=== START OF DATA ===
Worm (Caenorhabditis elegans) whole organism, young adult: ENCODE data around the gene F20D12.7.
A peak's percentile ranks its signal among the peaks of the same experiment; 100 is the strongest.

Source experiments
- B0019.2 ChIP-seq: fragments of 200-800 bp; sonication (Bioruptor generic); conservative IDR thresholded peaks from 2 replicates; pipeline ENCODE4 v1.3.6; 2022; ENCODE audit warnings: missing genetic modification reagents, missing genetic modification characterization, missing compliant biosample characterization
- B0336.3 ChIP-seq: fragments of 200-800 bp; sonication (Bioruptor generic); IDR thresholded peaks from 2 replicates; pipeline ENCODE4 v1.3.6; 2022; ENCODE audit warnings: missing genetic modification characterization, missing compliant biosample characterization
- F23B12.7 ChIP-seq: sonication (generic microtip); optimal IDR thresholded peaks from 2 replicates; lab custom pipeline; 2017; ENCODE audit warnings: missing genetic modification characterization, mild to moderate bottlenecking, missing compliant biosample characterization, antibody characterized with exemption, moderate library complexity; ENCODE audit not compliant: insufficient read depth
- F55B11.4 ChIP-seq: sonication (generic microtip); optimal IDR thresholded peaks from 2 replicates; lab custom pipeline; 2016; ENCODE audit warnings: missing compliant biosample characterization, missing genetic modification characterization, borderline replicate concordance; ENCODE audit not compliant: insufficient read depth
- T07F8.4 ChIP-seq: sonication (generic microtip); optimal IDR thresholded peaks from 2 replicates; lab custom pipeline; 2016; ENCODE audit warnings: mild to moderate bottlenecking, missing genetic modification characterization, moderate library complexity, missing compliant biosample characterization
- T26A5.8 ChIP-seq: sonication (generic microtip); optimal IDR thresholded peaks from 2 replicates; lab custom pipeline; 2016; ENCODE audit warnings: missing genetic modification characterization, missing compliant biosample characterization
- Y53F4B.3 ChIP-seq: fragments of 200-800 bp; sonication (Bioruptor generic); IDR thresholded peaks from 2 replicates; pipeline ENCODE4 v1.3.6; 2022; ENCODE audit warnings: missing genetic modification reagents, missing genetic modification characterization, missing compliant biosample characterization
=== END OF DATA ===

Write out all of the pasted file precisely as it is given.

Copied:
Worm (Caenorhabditis elegans) whole organism, young adult: ENCODE data around the gene F20D12.7.
A peak's percentile ranks its signal among the peaks of the same experiment; 100 is the strongest.

Source experiments
- B0019.2 ChIP-seq: fragments of 200-800 bp; sonication (Bioruptor generic); conservative IDR thresholded peaks from 2 replicates; pipeline ENCODE4 v1.3.6; 2022; ENCODE audit warnings: missing genetic modification reagents, missing genetic modification characterization, missing compliant biosample characterization
- B0336.3 ChIP-seq: fragments of 200-800 bp; sonication (Bioruptor generic); IDR thresholded peaks from 2 replicates; pipeline ENCODE4 v1.3.6; 2022; ENCODE audit warnings: missing genetic modification characterization, missing compliant biosample characterization
- F23B12.7 ChIP-seq: sonication (generic microtip); optimal IDR thresholded peaks from 2 replicates; lab custom pipeline; 2017; ENCODE audit warnings: missing genetic modification characterization, mild to moderate bottlenecking, missing compliant biosample characterization, antibody characterized with exemption, moderate library complexity; ENCODE audit not compliant: insufficient read depth
- F55B11.4 ChIP-seq: sonication (generic microtip); optimal IDR thresholded peaks from 2 replicates; lab custom pipeline; 2016; ENCODE audit warnings: missing compliant biosample characterization, missing genetic modification characterization, borderline replicate concordance; ENCODE audit not compliant: insufficient read depth
- T07F8.4 ChIP-seq: sonication (generic microtip); optimal IDR thresholded peaks from 2 replicates; lab custom pipeline; 2016; ENCODE audit warnings: mild to moderate bottlenecking, missing genetic modification characterization, moderate library complexity, missing compliant biosample characterization
- T26A5.8 ChIP-seq: sonication (generic microtip); optimal IDR thresholded peaks from 2 replicates; lab custom pipeline; 2016; ENCODE audit warnings: missing genetic modification characterization, missing compliant biosample characterization
- Y53F4B.3 ChIP-seq: fragments of 200-800 bp; sonication (Bioruptor generic); IDR thresholded peaks from 2 replicates; pipeline ENCODE4 v1.3.6; 2022; ENCODE audit warnings: missing genetic modification reagents, missing genetic modification characterization, missing compliant biosample characterization